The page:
Further cementing the bonds between these two institutions, the final day of the symposium included a gift from one long- time friend and colleague to another. When he was a grad student at Johns Hopkins, Shi was mentored by Jeremy Berg, a PhD, Pitt’s associate senior vice chancellor for science strategy and planning, health sciences, and director of the Pitt-UPMC Institute for Personalized Medicine. Berg presented Shi with a 3-D model of a protein for which Shi had determined the crystal structure. Berg also announced that Shi had learned that very day that he was among 21 foreign associates elected to the U.S. National Academy of Sciences—a rare honor.
Shi raised his gift in the air and spoke of the personal connections the students and mentors will make in their scientific careers. Some 23 years after first meeting Berg, who is scientific director of the Pitt-Tsinghua program, he is still a valued mentor, Shi said— now for the Tsinghua students.
“You are like the grandsons and grand- daughters of Jeremy,” he said.
The next family reunion will be in Beijing in 2014.
Microbubbles Burst Cancer's’ Genetic Material
By Dana Yates
Villanueva has discovered a novel way to use microbubbles for cancer therapy. Here, serial 3-D images of tumors followed over the course of one week—one treated with control microbubbles (top row), the other treated with microbubbles carrying a nucleic acid that suppresses the tumor’s epidermal growth factor receptor production—show tumor-growth inhibition in the latter tumor.
As scientists continue to discover promising new methods of treat- ing cancer at the genetic level, one nagging question persists: How to administer them efficiently?
Flordeliza Villanueva, professor of medicine at Pitt and director of Noninvasive Cardiac Imaging at UPMC Presbyterian and of the Center for Ultrasound Molecular Imaging and Therapeutics (CUMIT) at UPMC’s Pittsburgh Heart, Lung, Blood, and Vascular Medicine Institute, has shown that microbubbles—gas- filled globules that are smaller than red blood cells—can transport potent treatments into tumor cells. She is collaborating with Andrew Carson and Jennifer Grandis from CUMIT and the University of Pittsburgh Cancer Institute, respectively.
Microbubbles have many diagnostic applications. As Villanueva has previously shown, these tiny vesicles can be used to image blood flow to the heart. When injected into the body, microbubbles travel everywhere that red blood cells circulate, and when subjected to ultrasound, they light up inside tissue microvessels. Ultrasound causes the microbubbles to expand and contract rapidly. This activity creates a signal that can be detected by an ultrasound transducer, confirming the microbubbles’ location and helping to reveal information about blood flow to the heart. Microbubbles also have therapeutic applications as a result of their unique vibrations in response to ultrasound—like chiseling through blood clots. Villaneuva is hoping they can penetrate cancer’s armor, too.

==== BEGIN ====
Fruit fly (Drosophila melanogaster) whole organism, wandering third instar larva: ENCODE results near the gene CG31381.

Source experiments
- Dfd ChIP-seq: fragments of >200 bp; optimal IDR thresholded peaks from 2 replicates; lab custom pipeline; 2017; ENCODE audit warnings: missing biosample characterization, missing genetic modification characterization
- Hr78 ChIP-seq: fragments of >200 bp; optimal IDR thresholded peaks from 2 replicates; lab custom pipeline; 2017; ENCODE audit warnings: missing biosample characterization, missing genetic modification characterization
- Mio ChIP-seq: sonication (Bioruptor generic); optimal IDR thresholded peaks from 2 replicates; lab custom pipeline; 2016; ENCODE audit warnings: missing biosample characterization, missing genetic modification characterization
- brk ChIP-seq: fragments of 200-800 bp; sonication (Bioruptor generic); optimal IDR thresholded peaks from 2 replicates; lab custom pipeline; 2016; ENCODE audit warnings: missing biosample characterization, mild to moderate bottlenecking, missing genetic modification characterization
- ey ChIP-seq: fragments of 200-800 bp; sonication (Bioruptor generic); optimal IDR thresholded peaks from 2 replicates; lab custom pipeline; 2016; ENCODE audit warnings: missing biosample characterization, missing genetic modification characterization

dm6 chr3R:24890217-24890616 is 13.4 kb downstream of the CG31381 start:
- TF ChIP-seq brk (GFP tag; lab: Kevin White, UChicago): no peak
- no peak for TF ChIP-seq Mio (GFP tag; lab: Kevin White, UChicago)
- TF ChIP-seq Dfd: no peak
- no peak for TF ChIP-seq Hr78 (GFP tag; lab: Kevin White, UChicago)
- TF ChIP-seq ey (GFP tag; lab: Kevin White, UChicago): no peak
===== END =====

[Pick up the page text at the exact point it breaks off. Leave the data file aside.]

When microbubbles in the blood vessels are subjected to a particular ultrasound frequency and pressure, they pop, causing temporary leakiness of the outer membranes of blood vessels and nearby cancer cells. The effect is similar to that of a grenade on a fortress; the cancer cell may not crumble, but it will suffer holes and cracks in its protective membrane that leave it vulnerable to entry by drugs. This is where microbubbles can pull double duty.
If an anticancer agent were attached to the exterior of a microbubble and the microbubble were intravenously injected then exposed to ultrasound as it passed through a tumor, Villanueva posited, as the micro- bubble popped, it might not only poke holes in the cancer cell’s membrane but could also release its payload drug, which could then enter the newly porous cancer cell. Importantly, only areas receiving ultrasound would receive the drug, potentially reducing side effects that typically result from drug delivery to non-tumor sites.
Villanueva’s research team armed the microbubbles with a powerful cancer-inhibiting agent—a small inhibitory RNA (siRNA) directed against epidermal growth factor receptor (EGFR); the siRNA reduces EGFR production. (EGFR is overproduced by cancer cells and plays a major role in tumor growth.) “Therapeutic nucleic acids are, in general, difficult to deliver into a cancer cell,” she says. “They are fragile when injected into the bloodstream, and when injected directly into a tumor, they leak through the injection site or tumor ulcerations or are actively internalized and destroyed by cancer cells. Microbubbles are designed to get around these hurdles.” The team demonstrated the effectiveness of this siRNA-delivery method in a mouse model of head and neck cancer.
EGFR took a hit. Multiple treatments decreased tumor EGFR expression, and tumors took much longer to grow. The work gives credence to the idea of using customized microbubbles as precision delivery systems of siRNA or other gene-targeted molecules for cancer treatment. The therapy, if it aces clinical trials, may be an effective and noninvasive way to kill tumors—one that could be done at the bedside for outpatients and reduce the side effects of other treatments.